The paper explores the representation of ageing white men in 21st-century European art cinema in the socio-cultural context of the series of crises that European societies had to face in the first decades of the new millennium. In Europe ageing is a growing concern, which already influences economic productivity and further endangers the welfare system. Ageing white men, who used to belong to the hegemonic majority of society during their active period, are often disoriented and frustrated by rapid technological development, social changes, shifts in social values or the failures of the welfare system. This paper, through the analysis of Tyrannosaur (Paddy Considine, 2011), I, Daniel Blake (Ken Loach, 2016) and A Man Called Ove (Hannes Holm, 2015), explores the ways these issues are represented in contemporary European cinema. The films of this period often depict the disappearance of an old life-world, together with its old sense of community and its old types of men. Thus, these films tend to be critical of globalized modern societies, and often reveal both the vulnerability and the potential destructiveness of these vanishing masculinities.
The paper departs from the assumption that while the analysis of the systematic effect that popular cinema (genres like melodrama, horror or action movies) has on its spectators has been largely discussed by film theorists, little has been written on the affective dimensions of arthouse cinema. The lasting effect of visually compelling films on the individual spectator’s emotions has been addressed only sporadically by cognitive film theory, film phenomenology and aesthetics. Therefore, the author proposes to bring together terms and concepts from different discourses (film and literary theory, intermediality studies and empirical psychological research of the literary effect) in order to elucidate how intermedial, painterly references in midcult and arthouse films mobilize the associative dimensions of film viewing and may have an impact on spectatorial self-reflexion and emotional growth. Moreover, films that rely on the associative power of still(ed) images, painterly references bring into play the personal and cultural experiences of the viewer. As such, they can be effectively used in professional and cultural sensitivization.
The article introduces the collective research project entitled The Social History of Hungarian Cinema, 1931–2015, executed by the staff of Film Studies Department Eötvös Loránd University. This data-driven research aims to examine how and why Hungarian films have changed over time. Using the case study of conflict types in the plots of Hungarian films this study discusses the methodological problems of longitudinal explanations of change in Hungarian film history (periodization and dividing film between genre-based film and auteur films/art cinema). Based on the analysis of statistics and trends, the study presents the most important types of conflict in Hungarian film history. With respect to the political turning points and the periodization of Hungarian film history, the article states that each of the three broad periods (1931–1944, 1945–1989, 1990–2015) is characterized by its own distinctive set of prominent conflict types. The pre-1945 era is characterized by a massive number of love conflicts, the socialist period by the highest rate of political conflicts (and the lowest rates of love and crime conflicts), and the post-socialist period by a high rate of crime and generational conflicts. Furthermore, by analysing the connections between conflict types and genres, the study reveals recurring patterns and trends of shorter periods: it shows how the range of conflicts narrowed considerably over the 1970s and discusses the extent to which this is related to the dominance of auteur films in the era.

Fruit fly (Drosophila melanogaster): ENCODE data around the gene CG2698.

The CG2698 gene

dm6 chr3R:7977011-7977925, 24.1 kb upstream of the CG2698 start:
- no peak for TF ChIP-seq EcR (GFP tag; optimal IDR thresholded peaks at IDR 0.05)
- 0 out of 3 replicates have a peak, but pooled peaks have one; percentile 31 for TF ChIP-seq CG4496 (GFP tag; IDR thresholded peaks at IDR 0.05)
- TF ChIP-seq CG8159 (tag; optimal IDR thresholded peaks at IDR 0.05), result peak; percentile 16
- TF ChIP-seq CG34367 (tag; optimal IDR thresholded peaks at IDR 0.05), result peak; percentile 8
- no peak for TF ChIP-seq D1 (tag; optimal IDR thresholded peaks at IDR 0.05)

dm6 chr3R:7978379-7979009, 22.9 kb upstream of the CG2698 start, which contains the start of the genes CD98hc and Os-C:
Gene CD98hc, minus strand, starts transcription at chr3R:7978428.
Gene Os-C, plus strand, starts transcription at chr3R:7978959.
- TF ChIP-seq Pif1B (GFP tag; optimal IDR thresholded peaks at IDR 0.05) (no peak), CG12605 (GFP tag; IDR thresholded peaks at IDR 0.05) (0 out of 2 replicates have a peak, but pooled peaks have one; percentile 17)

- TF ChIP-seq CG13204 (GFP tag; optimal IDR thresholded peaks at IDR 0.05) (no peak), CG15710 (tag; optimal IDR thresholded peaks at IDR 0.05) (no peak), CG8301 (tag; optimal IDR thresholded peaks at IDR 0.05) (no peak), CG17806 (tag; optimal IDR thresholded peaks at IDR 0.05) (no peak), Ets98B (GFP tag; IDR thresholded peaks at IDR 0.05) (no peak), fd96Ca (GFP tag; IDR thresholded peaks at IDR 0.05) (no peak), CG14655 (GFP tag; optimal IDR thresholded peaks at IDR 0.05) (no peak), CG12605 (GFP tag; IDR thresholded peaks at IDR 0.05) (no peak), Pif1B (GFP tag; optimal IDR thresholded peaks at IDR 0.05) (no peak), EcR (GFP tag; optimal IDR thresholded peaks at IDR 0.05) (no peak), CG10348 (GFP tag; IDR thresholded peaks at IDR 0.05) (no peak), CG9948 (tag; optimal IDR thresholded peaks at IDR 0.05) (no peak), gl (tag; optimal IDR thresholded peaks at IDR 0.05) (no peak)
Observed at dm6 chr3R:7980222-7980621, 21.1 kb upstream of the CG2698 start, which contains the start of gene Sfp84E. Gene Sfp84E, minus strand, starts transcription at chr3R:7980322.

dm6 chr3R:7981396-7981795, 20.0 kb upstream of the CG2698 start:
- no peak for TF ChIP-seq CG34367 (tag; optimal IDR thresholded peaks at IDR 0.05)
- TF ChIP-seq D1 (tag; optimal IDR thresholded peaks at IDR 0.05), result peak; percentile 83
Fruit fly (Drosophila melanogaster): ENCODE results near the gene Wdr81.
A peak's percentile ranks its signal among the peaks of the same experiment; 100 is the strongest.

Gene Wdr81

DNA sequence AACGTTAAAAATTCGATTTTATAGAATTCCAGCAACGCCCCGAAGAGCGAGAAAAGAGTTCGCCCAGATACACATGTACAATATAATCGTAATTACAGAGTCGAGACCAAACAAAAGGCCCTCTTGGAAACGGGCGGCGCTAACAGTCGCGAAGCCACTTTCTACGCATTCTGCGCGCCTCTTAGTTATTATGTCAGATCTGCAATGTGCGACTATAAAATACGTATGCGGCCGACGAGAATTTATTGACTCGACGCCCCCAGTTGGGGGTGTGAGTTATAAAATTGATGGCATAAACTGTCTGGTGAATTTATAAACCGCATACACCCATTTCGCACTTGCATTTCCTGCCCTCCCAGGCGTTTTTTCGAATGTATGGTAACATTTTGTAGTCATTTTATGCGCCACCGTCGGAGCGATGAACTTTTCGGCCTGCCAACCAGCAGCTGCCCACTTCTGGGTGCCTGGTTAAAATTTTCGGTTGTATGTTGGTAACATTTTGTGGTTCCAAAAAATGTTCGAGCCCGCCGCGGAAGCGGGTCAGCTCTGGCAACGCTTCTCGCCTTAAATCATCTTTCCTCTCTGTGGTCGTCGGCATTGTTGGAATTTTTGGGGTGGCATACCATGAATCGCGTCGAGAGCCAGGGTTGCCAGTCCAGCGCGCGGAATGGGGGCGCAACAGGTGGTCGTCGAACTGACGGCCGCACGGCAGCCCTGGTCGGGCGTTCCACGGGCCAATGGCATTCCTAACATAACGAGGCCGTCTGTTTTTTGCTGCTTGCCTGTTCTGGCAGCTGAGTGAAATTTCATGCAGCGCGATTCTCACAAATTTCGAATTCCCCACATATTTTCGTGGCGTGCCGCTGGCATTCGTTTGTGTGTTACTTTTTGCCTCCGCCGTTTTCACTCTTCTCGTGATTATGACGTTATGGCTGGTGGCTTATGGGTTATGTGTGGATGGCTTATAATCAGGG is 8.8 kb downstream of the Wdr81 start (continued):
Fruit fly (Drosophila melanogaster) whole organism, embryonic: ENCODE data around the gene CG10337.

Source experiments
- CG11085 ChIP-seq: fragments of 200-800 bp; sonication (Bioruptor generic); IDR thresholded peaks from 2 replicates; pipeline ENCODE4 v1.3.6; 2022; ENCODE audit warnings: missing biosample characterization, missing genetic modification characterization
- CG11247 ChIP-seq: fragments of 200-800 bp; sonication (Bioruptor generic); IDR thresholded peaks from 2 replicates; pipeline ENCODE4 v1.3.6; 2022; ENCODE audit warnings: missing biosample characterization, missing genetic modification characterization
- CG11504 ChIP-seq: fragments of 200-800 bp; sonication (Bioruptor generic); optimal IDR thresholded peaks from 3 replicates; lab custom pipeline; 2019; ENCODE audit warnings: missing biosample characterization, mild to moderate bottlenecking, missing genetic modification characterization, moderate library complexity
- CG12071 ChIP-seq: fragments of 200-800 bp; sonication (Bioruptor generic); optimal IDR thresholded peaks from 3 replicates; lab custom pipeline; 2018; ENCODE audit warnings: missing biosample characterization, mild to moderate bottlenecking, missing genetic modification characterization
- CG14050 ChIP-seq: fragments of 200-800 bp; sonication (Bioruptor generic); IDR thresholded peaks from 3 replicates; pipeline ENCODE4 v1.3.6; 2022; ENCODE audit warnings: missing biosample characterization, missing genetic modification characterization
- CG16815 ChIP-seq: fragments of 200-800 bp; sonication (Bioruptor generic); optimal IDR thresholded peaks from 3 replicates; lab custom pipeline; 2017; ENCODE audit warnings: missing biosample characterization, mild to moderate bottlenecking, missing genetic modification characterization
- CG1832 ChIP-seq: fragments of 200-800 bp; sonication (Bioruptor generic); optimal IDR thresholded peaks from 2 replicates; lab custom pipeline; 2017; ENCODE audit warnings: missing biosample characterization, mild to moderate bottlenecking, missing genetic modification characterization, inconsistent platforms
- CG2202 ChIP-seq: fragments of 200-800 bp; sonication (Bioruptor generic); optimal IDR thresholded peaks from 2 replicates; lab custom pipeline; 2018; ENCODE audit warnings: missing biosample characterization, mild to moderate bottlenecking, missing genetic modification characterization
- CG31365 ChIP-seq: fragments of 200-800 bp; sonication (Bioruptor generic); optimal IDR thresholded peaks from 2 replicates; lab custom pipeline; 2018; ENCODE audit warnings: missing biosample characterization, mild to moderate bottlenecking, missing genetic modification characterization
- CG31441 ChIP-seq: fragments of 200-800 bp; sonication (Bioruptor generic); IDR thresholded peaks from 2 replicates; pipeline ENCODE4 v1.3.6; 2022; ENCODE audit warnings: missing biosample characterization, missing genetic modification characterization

The article focuses on Hungarian films produced between 1939–1944 by examining how they tend to refrain from representing conflicts, and scrutinizing the political as well as social issues. However, directors started to revise this avoidance of conflicts by employing a so-called noir sensibility from the beginning of the Second World War in certain films, especially in “doomed love movies” such as Deadly Spring (Halálos tavasz, 1939), Mountain Girl (A hegyek lánya, 1942), and A Woman Looks Back (Egy assszony visszanéz, 1942), or melodramas, such as At the Crossroads (Keresztúton, 1942), Lent Life (Kölcsönadott élet, 1943), and Black Dawn (Fekete hajnal, 1943). The essay also offers a case study of the banned Hungarian movie Half a Boy (Egy fiúnak a fele, shot in 1943, but only shown in February 1946) by D. Ákos Hamza, which represented and protested against the stigmatization of Jewish people. Half a Boy is an often-cited emblematic film of its era. It is also an enigmatic one: it is a work full of social and political-historical reflections. Its humanistic point of view makes it outstanding in its era, nevertheless it is also rather ambivalent in terms of its orientation of values.